Tools and tactics

Needle nose and split ring pliers are invaluable for hook change operations.

Swapping hooks is not a complicated process, but a little know-how facilitates the task. Invariably, the biggest challenge is flexing the split ring enough to remove and add a hook. Split ring pliers, made to separate the metal ring’s overlapping sections simplify the process, while providing a gripping device. However, in a pinch, your fingernail or a pocketknife blade will suffice.

For time efficiency, consider this tip from Bassmaster Elite pro Kevin VanDam, who generally changes all stock hooks to his Mustad KVD Triple Grip trebles: Start by opening one end of a split ring and sliding the mounted hook between the coils. With the ring propped open, grip the replacement hook with pliers and slide it onto the ring’s open end. Doing so pushes on the new hook while sliding off the old one.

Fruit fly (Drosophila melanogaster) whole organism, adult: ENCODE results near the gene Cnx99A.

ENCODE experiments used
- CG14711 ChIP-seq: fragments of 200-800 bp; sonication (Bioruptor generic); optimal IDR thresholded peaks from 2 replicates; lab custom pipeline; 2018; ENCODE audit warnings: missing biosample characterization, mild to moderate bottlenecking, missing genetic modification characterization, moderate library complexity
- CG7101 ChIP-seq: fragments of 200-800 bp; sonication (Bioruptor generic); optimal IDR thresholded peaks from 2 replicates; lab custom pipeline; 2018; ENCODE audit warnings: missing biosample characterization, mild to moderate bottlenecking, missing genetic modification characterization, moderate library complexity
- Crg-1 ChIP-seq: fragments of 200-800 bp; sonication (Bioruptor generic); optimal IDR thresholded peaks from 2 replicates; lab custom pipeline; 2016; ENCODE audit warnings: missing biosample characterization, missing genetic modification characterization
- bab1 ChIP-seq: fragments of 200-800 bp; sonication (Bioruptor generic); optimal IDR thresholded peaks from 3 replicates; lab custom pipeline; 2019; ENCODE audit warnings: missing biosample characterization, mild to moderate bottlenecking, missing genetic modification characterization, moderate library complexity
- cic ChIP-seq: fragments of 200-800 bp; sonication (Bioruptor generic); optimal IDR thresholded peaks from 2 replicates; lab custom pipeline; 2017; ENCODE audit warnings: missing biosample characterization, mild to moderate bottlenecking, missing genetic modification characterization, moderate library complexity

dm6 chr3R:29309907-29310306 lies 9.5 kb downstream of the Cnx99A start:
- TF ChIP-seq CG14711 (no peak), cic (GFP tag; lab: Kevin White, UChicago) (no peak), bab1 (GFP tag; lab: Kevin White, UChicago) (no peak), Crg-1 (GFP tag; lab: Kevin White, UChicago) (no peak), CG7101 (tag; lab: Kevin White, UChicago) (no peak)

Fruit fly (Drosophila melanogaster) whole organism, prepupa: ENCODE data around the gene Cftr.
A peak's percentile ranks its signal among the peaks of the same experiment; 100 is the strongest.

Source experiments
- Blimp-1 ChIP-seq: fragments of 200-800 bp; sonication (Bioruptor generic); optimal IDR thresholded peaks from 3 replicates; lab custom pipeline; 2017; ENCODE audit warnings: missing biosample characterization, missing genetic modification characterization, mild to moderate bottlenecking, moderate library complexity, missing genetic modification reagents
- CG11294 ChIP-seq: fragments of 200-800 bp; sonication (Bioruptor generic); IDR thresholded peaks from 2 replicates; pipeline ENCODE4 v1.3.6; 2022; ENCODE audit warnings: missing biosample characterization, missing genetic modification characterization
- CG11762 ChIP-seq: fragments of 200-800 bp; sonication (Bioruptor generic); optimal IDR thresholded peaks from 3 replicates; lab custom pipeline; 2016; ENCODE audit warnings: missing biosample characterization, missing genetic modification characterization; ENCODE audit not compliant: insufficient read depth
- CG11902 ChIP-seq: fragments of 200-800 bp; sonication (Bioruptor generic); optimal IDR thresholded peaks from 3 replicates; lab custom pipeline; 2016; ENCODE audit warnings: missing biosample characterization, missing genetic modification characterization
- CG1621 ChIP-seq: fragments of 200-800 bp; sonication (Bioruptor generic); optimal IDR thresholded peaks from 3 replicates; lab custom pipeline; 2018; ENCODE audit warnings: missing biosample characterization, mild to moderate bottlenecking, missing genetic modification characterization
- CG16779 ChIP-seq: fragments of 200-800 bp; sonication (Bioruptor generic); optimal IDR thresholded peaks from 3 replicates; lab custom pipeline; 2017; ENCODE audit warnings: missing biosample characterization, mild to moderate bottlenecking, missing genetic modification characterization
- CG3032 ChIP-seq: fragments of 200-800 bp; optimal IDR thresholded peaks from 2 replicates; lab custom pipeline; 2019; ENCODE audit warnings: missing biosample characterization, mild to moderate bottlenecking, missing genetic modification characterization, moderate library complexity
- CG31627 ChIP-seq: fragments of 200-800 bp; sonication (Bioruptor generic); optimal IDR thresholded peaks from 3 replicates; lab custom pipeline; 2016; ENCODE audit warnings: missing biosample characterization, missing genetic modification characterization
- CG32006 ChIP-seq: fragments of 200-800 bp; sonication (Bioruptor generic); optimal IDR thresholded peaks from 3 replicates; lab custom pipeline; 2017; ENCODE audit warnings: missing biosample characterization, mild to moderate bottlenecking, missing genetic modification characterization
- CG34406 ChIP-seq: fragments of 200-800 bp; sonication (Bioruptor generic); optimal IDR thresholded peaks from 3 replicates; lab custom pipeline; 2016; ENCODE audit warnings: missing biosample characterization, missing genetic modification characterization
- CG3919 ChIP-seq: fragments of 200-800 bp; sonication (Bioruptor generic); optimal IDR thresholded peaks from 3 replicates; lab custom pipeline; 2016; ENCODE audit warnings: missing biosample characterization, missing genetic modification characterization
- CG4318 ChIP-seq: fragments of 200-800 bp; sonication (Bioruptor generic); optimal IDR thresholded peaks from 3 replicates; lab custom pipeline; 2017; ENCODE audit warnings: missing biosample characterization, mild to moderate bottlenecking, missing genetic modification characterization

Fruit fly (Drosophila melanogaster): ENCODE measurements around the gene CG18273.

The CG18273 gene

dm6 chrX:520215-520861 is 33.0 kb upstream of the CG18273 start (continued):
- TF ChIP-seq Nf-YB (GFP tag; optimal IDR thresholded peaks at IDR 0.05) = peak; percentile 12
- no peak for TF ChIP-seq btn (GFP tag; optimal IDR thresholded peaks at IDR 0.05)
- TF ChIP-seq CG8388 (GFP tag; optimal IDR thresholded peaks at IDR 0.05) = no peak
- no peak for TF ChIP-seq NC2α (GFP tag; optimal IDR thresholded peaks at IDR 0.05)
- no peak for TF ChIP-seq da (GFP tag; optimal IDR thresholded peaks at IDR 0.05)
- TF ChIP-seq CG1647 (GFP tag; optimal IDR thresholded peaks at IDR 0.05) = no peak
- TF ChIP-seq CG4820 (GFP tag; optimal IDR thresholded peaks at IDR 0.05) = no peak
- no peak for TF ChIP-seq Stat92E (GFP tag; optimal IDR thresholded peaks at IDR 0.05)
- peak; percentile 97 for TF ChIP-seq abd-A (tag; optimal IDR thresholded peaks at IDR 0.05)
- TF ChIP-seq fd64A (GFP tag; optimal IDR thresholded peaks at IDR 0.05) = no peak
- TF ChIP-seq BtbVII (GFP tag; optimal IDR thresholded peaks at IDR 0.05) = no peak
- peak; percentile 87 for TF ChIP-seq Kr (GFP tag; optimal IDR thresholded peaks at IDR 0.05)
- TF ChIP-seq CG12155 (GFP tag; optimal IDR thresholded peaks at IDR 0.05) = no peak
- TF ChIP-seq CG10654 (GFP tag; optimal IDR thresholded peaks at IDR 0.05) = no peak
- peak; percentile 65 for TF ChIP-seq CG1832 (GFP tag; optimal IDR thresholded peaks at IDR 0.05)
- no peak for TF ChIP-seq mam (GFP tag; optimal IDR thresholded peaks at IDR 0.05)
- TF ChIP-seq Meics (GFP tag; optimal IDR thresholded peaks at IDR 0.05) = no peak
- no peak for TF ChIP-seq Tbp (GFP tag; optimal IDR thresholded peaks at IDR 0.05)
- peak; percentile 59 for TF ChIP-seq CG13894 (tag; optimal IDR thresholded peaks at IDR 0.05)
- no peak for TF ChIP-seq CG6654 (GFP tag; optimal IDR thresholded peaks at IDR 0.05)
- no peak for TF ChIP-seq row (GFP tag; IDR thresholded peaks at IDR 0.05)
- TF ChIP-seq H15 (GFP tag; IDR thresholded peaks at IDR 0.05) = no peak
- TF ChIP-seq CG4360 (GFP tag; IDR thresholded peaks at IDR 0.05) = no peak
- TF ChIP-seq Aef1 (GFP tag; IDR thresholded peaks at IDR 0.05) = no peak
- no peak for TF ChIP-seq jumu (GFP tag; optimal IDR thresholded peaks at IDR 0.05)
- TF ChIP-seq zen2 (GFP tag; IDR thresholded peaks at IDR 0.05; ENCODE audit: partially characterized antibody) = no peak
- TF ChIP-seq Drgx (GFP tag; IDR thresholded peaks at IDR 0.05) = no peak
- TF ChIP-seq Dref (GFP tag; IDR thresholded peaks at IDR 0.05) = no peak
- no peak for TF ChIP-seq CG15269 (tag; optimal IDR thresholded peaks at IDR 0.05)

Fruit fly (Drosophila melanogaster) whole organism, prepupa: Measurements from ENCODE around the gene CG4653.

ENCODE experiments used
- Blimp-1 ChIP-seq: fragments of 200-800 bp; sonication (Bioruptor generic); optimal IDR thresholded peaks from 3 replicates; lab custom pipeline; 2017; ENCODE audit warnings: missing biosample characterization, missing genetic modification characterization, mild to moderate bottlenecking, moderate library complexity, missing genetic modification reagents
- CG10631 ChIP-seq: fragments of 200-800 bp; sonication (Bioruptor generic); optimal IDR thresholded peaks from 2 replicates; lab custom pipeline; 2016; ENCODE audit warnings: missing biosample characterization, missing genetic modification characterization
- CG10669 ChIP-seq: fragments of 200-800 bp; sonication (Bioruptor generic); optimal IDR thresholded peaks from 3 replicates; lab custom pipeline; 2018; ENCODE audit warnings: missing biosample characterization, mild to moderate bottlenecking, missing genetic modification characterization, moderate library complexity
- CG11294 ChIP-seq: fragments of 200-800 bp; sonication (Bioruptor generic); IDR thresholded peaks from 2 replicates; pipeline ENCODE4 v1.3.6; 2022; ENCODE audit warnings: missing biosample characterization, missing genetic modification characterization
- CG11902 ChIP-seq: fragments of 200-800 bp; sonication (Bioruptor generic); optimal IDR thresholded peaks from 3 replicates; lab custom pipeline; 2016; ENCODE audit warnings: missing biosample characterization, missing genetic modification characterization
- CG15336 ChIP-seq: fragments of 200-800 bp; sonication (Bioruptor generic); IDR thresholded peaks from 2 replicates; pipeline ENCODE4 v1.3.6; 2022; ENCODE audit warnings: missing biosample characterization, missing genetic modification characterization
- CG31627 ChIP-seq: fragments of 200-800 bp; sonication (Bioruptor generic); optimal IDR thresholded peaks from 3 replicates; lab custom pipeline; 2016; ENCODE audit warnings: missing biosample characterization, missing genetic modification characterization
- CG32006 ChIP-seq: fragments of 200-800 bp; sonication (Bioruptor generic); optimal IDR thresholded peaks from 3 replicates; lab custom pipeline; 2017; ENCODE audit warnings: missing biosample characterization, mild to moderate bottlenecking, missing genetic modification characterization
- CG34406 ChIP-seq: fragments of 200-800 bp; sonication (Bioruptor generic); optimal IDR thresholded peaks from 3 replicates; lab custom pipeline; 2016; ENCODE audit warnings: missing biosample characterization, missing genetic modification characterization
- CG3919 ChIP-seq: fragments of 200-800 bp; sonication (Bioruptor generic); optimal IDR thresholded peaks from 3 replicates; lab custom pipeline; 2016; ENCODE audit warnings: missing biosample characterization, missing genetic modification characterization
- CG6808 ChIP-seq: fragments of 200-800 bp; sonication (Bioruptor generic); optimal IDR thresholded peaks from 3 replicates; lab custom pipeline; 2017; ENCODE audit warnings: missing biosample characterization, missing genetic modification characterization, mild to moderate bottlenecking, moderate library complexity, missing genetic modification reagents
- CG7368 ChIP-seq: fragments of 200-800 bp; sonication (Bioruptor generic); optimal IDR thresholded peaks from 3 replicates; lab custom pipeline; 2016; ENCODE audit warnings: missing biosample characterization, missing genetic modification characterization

This year’s International Consortium of Allied Sporting Trades (ICAST) saw Mustad introduce its Replacement Hook Kits, which keep the essential hook change elements neatly organized in a foam-lined waterproof plastic box that measures 5.9 by 3.6 by 1.75 inches when closed. Bass and inshore saltwater-specific kits include Mustad UltraPoint Hooks, Split Rings, and Fastach Replacement Clips (matched to size) and a pair of Mustad Stainless Steel Braid Cutter/Split Ring Pliers. (MSRP $19.99)

Also helpful in replacement hook management is Gamakatsu’s G Box Slit Foam Case, which offers quick access to your terminal tackle via the secure grip of long slits in the polyethylene foam insert. Elite pro Aaron Martens takes a different approach by cutting high density foam to fit his tackle tray sections. The higher elevation keeps hooks and split rings in easy reach.

For slotted tackle trays, consider adding a visual reference grid with each section’s contents (hook size, other tackle). Permanent markers or printed labels  both work.

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About David A. Brown 142 Articles
A full-time freelance writer specializing in sport fishing, David A. Brown splits his time between journalism and marketing communications.

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